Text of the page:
- Travel and Places
10 Unexpected Things About Living in St. Kitts
1. Animals everywhere.
Literally everywhere. Monkeys walk across my roof at night and roosters call me awake in the morning. It's not uncommon to see unsupervised herds of goats crossing the road, or lone cows wandering around the hiking trails. Many Kittitians (the local people here on St. Kitts) allow their dogs and cats to roam streets, adding to the diverse mix of animals running wild.
2. The pedes.
Although I didn't particularly love the centipedes that live in the United States, they're a walk in the park compared to the ones that hang out on the island. Here they are vicious, venomous, territorial creatures that can grow up to a foot long. Don't touch them unless you want to end up in the hospital. They like to sleep in places that they shouldn't be, such as the shower, the bed, and in the laundry room. Show them no mercy.
Tip: Drowning them in a cup of vodka, setting the body on fire, and then flushing the ashes down the toilet has proven to be an effective method of destruction.
3. Free food!
You can seriously cut down on your grocery bill if you know where to go. Eggs from the aforementioned chickens can be eaten, as long as you know they're relatively fresh. Fruit such as mangoes, coconuts, and starfruit can be found growing in the trees. If you're into snorkeling, you can even go spearfishing on the edges of the islands and catch yourself a lionfish dinner (lionfish are invasive here, so it's cool).
4. You can get almost anything you want - if you work for it.
When I first came to the island, I was worried that I wouldn't have access to the necessities of life. Examples include water, ice cream, and Netflix. Contrary to my beliefs, living here isn't much different from living in a small town in the U.S....as far as convenience goes at least. There were a few adjustments, like making sure to shower before 10pm because if you don't, you're sleeping with shampoo in your hair (that's when the water goes out). However, most stuff is pretty accessible. The downside is that if you want things that cost more to ship to the island, such as brand name or cold foods, you'll have to pay more. The other consideration is that there is no Walmart in St. Kitts. If you want something special, you have to wander the shops in town to find it or pay to ship it here.
5. Island time.
"Island time" basically means "late." In fact many businesses don't have set hours, and if they do, don't tend to follow them. A lot of places in town won't even open unless a cruise ship is in port. The island definitely teaches you how to be patient and what to do to plan ahead. If you call a taxi, be prepared for it to arrive at least 20 minutes after they said they'd be there. If you go out to eat, know it will be an adventure that lasts a few hours. Rush slowly.
6. Earning a honorary degree in mechanics.
Before living on St. Kitts, the only thing I knew about cars was how to drive one. In the few months since I purchased my little island car "Squeaks," I've learned how to change the oil, fix a broken window, pop out a dent, deal with an overheated vehicle, and effectively ignore the little check engine light. I'm sure there will be many more joys to come.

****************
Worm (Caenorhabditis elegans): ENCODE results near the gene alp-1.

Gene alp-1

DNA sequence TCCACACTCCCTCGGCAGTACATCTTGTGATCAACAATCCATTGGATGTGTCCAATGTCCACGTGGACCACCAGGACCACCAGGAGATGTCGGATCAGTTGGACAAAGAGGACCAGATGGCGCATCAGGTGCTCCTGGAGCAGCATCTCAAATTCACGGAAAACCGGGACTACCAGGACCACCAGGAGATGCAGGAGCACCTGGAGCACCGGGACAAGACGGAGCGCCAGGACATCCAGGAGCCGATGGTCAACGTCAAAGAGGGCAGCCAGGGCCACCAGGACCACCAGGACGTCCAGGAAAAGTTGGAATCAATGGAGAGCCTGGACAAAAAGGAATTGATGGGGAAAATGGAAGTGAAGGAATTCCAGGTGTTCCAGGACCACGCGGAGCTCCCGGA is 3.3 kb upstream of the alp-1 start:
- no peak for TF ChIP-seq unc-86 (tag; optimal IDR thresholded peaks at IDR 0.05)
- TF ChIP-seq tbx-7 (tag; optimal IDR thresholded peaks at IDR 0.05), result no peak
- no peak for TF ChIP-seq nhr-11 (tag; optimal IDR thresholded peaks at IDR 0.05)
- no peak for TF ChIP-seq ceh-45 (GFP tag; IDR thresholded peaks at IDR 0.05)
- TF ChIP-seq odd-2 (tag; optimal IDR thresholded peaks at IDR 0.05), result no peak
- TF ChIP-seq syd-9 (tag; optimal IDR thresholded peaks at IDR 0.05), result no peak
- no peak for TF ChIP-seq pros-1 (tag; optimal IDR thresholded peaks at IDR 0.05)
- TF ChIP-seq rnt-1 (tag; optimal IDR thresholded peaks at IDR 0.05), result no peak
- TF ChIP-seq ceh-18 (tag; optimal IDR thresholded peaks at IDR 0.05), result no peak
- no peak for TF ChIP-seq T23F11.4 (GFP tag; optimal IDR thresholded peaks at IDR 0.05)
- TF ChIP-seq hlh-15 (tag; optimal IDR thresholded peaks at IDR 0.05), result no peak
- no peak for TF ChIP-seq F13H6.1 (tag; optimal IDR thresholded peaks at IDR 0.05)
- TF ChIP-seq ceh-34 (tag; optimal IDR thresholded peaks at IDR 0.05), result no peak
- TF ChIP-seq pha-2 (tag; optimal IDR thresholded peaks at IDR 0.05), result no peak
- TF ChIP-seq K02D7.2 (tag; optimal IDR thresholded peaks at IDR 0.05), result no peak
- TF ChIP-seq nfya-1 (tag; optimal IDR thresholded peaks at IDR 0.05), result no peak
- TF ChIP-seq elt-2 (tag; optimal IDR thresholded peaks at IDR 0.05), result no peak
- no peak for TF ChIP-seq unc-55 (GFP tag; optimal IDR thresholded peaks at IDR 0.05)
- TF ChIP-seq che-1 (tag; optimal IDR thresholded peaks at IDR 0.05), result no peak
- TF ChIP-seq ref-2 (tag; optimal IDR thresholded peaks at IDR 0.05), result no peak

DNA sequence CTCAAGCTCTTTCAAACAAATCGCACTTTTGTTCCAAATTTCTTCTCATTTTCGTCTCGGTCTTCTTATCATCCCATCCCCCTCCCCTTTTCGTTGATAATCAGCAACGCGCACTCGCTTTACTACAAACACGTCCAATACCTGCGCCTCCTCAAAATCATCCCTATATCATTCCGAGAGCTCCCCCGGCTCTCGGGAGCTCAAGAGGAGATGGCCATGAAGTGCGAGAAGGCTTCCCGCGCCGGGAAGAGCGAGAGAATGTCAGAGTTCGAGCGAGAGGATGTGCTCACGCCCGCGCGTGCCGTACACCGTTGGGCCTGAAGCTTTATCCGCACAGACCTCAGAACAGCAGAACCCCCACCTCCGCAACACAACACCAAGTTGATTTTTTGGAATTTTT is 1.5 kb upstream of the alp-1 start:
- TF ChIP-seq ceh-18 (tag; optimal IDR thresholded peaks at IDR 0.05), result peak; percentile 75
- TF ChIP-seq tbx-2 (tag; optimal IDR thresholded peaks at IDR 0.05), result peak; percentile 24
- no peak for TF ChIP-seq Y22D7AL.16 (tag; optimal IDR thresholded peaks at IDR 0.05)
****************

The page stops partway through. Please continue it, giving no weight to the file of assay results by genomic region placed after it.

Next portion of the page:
7. Tourists will be tourists.
Have you ever wondered what wild animals think when they see groups of tourists on a safari? Because I'm pretty sure I know exactly how they feel. For a few bucks, you can take a tour of the hot spots on the island. Whenever a bus goes by, I can feel the stares on my back of people wondering what a white girl is doing walking on the side of the road in the middle of the predominantly black island of St. Kitts. The other thing you realize is that most people who are on vacation don't think of this as a "real place." They can forget that humans actually make their lives here, and therefore sometimes don't treat the island or it's inhabitants with as much respect as they should. Despite this, it can be really cool to meet new people and hear the stories of what they do for a living. The crowd changes everyday and you never know who's going to cross your path.
8. The locals are on point.
The friendliness of the Kittitians goes above and beyond anything I was expecting. Coming to this country, I was worried about crime. Fortunately, the vast majority of the locals I've met are good people. They've come to my rescue plenty of times, including giving directions and telling me where to find the best prices. When our car broke down and we were stranded on the side of the road, three people stopped within five minutes. They fixed the vehicle and we were able to get back safely. These are just a few examples of the locals making me feel at home in their country. I feel like I've made some unexpected, but lasting connections.
9. The language barrier.
People who live in St. Kitts speak English, but sometimes it seems like an entirely new language. Between differing accents and lingo, it can be hard for someone who speaks with a U.S. dialect to decipher the conversations happening around them. After being here for a while, I'm starting to get used to the new sounds and "sing song" way of talking. However, my comprehension relies heavily on context clues and the patience of the person I'm conversing with. Luckily if I'm having a hard time, most Kittitians will slow their speech and make annunciation a priority.
10. Beer can be cheaper than water.
The tap water is generally safe to drink, but some people are more comfortable drinking only out of bottles. If this is the case, be willing to pay a bit more for that luxury than you would for a local beer. The average cost for a bottle of water is about $3, while the cost for a locally made Carib is about $1.85. This makes drinking alcohol instead of water awfully tempting, especially when relaxing on the beach.